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The Bangladeshi boozer

  The Railwayman's Inn on Station Road sounds like a thoroughly conventional boozer

Andrew Miller
Andrew Miller

The Railwayman's Inn on Station Road © Andrew Miller
The Railwayman's Inn on Station Road sounds like a thoroughly conventional boozer. The sort of place with a jukebox and soiled brown carpets, and a dozy clientele of commuters waiting for the 17.32 to Paddington. The Railwayman's Inn on Station Road in Chittagong, on the other hand, is something else entirely.
Mind you, Station Road in Chittagong is a sufficiently different sort of place as it is. It's a long wide boulevard of the distinctly functional variety, with cheap and cheerful hotels lined up along one side, and even cheaper, rather less cheerful stalls and boutiques on the other.
It's grimy and noisy, and tailored towards a transient market, with the average trip across the road bringing to mind that old-school computer game, Frogger. As you dither through the traffic, a constant stream of buses, lorries, carts, rickshaws and auto-rickshaws bear down on you at every speed imaginable, first from one direction, then from another, with only a thin brick kerb in the middle providing any sanctuary.
If you time your run right, you can even tuck into a power-up on the other side, because for some reason there seems to be an intermittent but constant stream of banana-traders marching steadfastly up the hill with their loads strung out in two pans across their shoulders. Ten taka (10p) for a bunch of four, and that's breakfast sorted for another day.
But back to the boozer, because frankly that's the logical place to go back to after a hard day's hacking in the Chittagong press box. It's a five-minute wander from my digs at the Asian SR Hotel, through a fog of exhaust fumes from the endlessly revving engines of Chittagong's Bus Depot (from which you will be whisked on a ten-hour, 20 taka trip back to Dhaka if you drop your guard for so much as a moment), and then round the corner by the partially collapsed building on the left of the road as you approach the roundabout.
If you blink, you miss the turn-off, because immediately you're plunged into darkness for 20 metres, as you totter down a muddy back-alley towards a green staircase behind an iron shutter, where a burly security guard is the only clue as to the riches that lie within. But a smart salute (and occasionally a palmful of baksheesh) earns you the right to ascend to the second floor, where a cavernous and unlit restaurant marks the gold at the end of the rainbow.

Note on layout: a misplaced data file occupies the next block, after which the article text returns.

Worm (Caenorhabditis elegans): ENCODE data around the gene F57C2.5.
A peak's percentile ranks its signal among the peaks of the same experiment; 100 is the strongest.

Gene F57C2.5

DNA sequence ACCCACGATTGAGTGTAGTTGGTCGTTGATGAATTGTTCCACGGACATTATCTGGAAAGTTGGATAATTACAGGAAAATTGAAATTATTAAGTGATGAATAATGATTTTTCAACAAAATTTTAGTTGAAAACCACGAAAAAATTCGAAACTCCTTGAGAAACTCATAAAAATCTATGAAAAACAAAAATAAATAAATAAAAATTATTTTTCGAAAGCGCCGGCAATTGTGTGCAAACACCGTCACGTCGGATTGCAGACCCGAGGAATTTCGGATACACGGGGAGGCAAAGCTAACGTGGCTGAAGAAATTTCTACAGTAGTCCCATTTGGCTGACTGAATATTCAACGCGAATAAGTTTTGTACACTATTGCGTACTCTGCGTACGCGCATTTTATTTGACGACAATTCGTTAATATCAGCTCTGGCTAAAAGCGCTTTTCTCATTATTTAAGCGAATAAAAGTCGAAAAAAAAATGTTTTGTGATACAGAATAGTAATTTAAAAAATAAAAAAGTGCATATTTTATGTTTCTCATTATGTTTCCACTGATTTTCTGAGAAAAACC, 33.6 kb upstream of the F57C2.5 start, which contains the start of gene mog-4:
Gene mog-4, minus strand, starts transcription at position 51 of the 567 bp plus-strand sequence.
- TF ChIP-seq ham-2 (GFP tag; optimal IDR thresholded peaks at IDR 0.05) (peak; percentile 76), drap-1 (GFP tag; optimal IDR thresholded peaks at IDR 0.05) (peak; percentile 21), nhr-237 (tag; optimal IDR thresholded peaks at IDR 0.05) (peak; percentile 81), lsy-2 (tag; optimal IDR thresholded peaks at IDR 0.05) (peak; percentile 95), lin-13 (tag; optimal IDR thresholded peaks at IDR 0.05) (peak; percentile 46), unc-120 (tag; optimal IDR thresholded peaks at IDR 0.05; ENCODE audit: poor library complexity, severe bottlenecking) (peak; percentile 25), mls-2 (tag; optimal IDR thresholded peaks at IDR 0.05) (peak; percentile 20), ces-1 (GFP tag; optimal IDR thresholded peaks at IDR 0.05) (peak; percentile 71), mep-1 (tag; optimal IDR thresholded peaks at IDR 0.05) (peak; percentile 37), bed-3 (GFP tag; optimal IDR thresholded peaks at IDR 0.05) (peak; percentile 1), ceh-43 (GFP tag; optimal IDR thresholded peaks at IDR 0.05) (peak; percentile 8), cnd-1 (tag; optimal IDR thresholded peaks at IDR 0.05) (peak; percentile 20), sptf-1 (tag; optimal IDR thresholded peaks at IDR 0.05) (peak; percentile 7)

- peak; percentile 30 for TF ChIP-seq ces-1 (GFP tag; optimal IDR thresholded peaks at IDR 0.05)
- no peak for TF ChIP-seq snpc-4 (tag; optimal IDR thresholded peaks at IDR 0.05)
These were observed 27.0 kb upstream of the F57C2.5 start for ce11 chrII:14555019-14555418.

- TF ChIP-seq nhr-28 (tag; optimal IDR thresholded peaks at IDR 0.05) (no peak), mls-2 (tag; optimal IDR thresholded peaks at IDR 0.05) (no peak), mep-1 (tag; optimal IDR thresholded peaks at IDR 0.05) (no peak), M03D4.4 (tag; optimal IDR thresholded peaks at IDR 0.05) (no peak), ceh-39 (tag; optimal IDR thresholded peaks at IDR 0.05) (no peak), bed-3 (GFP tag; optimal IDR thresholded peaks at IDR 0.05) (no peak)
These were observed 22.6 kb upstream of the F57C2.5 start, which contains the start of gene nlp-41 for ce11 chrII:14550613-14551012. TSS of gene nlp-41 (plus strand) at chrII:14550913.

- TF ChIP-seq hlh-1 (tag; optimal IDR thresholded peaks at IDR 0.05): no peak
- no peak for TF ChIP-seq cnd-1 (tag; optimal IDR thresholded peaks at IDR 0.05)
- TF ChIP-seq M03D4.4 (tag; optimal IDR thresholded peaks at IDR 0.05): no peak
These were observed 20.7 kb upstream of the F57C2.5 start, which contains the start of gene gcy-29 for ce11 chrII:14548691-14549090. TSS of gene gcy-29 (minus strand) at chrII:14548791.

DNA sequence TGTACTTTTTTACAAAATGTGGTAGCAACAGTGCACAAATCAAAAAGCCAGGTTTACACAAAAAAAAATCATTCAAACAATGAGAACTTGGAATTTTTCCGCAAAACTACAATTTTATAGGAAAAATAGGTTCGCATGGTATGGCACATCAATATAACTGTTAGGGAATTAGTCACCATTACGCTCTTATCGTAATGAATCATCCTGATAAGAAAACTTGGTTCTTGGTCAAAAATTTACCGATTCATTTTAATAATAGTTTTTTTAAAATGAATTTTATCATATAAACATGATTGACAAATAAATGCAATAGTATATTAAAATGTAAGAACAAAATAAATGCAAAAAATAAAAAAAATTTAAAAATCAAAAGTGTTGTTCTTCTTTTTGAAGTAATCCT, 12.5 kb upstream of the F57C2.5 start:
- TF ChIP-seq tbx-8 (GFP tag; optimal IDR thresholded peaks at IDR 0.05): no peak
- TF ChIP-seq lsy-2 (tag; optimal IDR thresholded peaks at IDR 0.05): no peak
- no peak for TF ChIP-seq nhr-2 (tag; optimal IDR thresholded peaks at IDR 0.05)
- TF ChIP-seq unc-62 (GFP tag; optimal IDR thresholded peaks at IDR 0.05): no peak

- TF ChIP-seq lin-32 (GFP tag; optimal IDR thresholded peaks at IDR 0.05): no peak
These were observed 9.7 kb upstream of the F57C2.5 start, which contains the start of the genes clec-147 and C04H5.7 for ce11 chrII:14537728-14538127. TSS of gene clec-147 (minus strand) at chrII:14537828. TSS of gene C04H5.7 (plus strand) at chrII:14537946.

It's not a lot to look at, but then Bangladeshi bars don't really go in for frills. Strictly speaking, alcohol is frowned upon in these parts, but frankly, given the run-ins the country has had with religion in the past, no-one actually gives two hoots any more. Certainly not the landlords, when they can rake in 140 Takas (£1.40) for a coke-sized can of "Hunters", whose blue, red and gold emblem looks suspiciously similar to a certain well-known Aussie lager.
It may be a seedy setting, but it's a distinctly up-market clientele (and given that each beer costs more than the country's average daily income, that's not exactly surprising). A large fish tank behind the bar is the only designated source of light, although with satellite TV showing everything from Bollywood to the Premier League, the venue flickers with a cinema-like glow.
Except of course, when one of Chittagong's regular power-cuts kicks in. But as and when that happens, the conversation carries on without so much as a beat being skipped. As if an announcement had gone out that the 17.32 to Paddington has been delayed by approximately 40 minutes. And we apologise for the inconvenience it may cause.

Andrew Miller is the former UK editor of ESPNcricinfo and now editor of The Cricketer magazine